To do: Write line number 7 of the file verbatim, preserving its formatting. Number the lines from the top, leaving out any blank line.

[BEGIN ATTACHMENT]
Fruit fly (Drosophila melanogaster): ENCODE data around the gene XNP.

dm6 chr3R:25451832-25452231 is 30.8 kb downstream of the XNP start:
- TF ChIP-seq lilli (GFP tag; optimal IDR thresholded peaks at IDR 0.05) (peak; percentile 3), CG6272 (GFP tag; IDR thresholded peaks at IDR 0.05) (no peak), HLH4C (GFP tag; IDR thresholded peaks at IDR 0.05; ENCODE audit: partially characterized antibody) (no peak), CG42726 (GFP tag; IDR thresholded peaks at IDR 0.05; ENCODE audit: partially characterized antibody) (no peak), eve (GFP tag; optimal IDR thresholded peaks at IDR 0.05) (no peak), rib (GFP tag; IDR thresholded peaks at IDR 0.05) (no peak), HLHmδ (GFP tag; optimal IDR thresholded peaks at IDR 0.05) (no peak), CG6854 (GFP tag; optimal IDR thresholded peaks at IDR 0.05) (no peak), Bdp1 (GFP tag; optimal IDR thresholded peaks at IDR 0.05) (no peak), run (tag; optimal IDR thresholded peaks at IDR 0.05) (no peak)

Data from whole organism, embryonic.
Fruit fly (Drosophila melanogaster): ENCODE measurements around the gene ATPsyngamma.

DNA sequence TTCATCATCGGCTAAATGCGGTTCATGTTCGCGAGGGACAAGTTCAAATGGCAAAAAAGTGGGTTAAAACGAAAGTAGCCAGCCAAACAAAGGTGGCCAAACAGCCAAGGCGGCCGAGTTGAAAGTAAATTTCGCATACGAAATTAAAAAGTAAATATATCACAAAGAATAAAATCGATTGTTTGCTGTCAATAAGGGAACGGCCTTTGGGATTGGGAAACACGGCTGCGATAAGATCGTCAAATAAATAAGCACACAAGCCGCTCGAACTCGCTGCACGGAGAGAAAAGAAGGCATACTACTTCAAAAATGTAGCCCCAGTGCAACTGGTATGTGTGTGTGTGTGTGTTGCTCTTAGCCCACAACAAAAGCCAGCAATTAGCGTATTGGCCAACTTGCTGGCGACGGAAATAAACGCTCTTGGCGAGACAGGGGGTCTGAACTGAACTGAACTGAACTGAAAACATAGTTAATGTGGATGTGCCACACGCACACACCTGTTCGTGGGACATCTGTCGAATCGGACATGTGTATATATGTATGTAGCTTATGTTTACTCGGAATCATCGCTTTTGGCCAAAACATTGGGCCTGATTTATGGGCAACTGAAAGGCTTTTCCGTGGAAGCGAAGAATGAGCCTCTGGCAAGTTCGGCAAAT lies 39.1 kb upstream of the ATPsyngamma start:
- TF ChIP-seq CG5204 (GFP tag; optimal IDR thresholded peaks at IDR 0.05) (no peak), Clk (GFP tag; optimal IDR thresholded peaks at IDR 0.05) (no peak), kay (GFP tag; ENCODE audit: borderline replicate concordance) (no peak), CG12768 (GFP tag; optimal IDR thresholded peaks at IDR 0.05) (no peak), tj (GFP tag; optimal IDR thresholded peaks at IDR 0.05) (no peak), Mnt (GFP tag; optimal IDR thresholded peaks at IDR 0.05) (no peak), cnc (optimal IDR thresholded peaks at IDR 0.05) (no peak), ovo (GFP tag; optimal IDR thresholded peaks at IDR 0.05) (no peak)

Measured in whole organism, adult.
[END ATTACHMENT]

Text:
- TF ChIP-seq CG5204 (GFP tag; optimal IDR thresholded peaks at IDR 0.05) (no peak), Clk (GFP tag; optimal IDR thresholded peaks at IDR 0.05) (no peak), kay (GFP tag; ENCODE audit: borderline replicate concordance) (no peak), CG12768 (GFP tag; optimal IDR thresholded peaks at IDR 0.05) (no peak), tj (GFP tag; optimal IDR thresholded peaks at IDR 0.05) (no peak), Mnt (GFP tag; optimal IDR thresholded peaks at IDR 0.05) (no peak), cnc (optimal IDR thresholded peaks at IDR 0.05) (no peak), ovo (GFP tag; optimal IDR thresholded peaks at IDR 0.05) (no peak)